This one won’t take much convincing ‘cos it’s delish AF, but if you’re after another reason to add a block to your trolley, get this: a recent study of 30 people who received 40g of dark chocolate each day for two weeks showed a decrease in anxiety levels and overall stress. The magic is in the release of endorphins from the brain, which boosts serotonin (the ‘feel-good hormone’) levels. Look for the stuff that’s 70% cocoa (or more) for max benefits.
Good news if you’re a fan of probiotic-laden foods such as sauerkraut, kefir, pickles, tempeh, kimchi, kombucha or good quality yogurt. A recent study published in the journal Psychiatry Research points to a link between probiotic rich foods and a decrease in social anxiety symptoms. There is also so much ongoing research about the brain-gut connection that factoring these goodies into your diet is something you should definitely consider.
Chicken and turkey:
Apart from being affordable and super versatile, there’s SO much goodness to be found in the humble chicken and turkey! Both birds contain the amino acid tryptophan, which your super smart bod uses to make serotonin, the neurotransmitter that can have a serious impact on your mood. It also helps make melatonin, which is a biggie for regulating sleep. Add the amino acid tyrosine (a hormone that makes adrenaline, of which low-levels are linked to depression) and you’ve got a mood-boosting superfood.
Eggs are one of those foods that have been a little on the controversial side over the years, but there’s no doubt now that they’re seriously great for you. As well as being high in vitamins D and B12 and protein, eggs contain a nutrient called choline. Choline has been proven to improve mood, support the nervous system, help produce neurotransmitters and that all important antioxidant, selenium. Poach ‘em, boil ‘em, scramble ‘em, bake ‘em, fry ‘em – just get them in you!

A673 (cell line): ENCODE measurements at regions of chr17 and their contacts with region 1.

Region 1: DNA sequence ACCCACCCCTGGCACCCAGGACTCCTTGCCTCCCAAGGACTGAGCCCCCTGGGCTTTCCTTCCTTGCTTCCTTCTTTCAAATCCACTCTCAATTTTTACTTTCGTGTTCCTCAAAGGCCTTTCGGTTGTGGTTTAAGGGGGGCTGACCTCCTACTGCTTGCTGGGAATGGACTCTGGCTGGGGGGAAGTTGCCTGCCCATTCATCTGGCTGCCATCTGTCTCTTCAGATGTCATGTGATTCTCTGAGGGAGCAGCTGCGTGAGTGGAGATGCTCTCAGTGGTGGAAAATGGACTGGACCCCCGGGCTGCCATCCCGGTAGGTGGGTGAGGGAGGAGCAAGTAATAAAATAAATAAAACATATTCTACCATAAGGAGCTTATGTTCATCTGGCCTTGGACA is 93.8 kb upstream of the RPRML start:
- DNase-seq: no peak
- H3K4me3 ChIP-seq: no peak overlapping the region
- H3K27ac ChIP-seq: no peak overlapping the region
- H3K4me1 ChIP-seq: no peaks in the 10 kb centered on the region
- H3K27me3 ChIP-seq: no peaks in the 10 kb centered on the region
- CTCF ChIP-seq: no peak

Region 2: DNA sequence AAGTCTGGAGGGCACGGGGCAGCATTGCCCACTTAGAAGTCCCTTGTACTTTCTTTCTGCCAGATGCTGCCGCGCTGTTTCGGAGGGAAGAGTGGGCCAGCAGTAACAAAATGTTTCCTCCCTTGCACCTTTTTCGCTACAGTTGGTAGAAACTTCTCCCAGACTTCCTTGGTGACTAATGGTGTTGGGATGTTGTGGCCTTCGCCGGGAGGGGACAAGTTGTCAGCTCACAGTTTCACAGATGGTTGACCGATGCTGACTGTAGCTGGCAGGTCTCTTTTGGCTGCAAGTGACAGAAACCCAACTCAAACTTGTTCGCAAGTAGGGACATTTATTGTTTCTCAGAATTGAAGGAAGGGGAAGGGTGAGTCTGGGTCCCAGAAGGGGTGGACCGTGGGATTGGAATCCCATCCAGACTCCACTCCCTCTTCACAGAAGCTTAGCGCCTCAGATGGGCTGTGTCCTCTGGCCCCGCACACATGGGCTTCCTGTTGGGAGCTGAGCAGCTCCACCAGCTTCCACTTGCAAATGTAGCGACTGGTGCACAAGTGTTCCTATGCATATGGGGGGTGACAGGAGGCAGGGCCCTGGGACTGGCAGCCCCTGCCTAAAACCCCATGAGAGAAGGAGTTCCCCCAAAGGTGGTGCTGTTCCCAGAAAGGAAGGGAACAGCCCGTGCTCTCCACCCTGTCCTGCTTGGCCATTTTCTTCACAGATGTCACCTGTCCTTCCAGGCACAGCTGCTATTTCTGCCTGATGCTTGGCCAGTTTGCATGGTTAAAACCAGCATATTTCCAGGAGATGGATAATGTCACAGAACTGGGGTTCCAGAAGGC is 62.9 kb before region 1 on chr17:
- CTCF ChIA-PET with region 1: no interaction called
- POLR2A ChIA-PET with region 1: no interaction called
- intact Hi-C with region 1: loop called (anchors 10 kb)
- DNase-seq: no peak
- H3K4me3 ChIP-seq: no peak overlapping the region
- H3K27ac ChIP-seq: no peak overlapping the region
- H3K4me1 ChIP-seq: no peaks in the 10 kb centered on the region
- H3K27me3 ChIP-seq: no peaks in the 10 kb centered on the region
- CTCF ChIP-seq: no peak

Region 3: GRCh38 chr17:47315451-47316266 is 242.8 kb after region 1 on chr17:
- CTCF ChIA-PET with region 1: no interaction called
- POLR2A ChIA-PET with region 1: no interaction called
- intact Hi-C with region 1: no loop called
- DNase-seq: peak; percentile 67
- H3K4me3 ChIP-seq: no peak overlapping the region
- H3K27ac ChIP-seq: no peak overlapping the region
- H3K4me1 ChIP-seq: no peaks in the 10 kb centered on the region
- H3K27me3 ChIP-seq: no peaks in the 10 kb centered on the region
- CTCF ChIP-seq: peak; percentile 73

Carbs have gotten a really bad rap over the years, but it appears that they are indeed good for you – as long as you choose the right ones. Whole grains naturally high in fibre and minimally processed like brown rice, quinoa, amaranth and steel-cut oats are chockers in B vitamins, which are vital for brain health. While vitamin B1 and B5 have epic benefits of their own, it’s B6 (which helps convert tryptophan into serotonin) and B12 (which is vital for the production of neurotransmitters) that make the biggest impact on your overall mood.
Once thought of as a bit of a hippy-dippy ingredient, chia seeds are everywhere these days, including in the vending machines Perth products. These little balls of nutrition are an excellent source of omega-3 fatty acids and contain other nutrients such as fiber, iron, calcium and protein. Better still, chia seeds are a great source of magnesium, a mineral that is an excellent relaxant that can help reduce anxiety and stress in the body.
Introduce or increase these bad boys in your diet and reap the glorious benefits. While we are chatting about benefits there is a truck load of benefits to getting your mitts on a FREE Fernwood Wellness Pass. The food you fuel your bod with is one aspect of wellness but exercise is another essential part that also boosts your mood. There are FIIT30 sessions if you want to go hardcore, or yoga and meditation classes that will stretch and Zen you right out. Whatever your wellness goals, you can find it at Fernwood.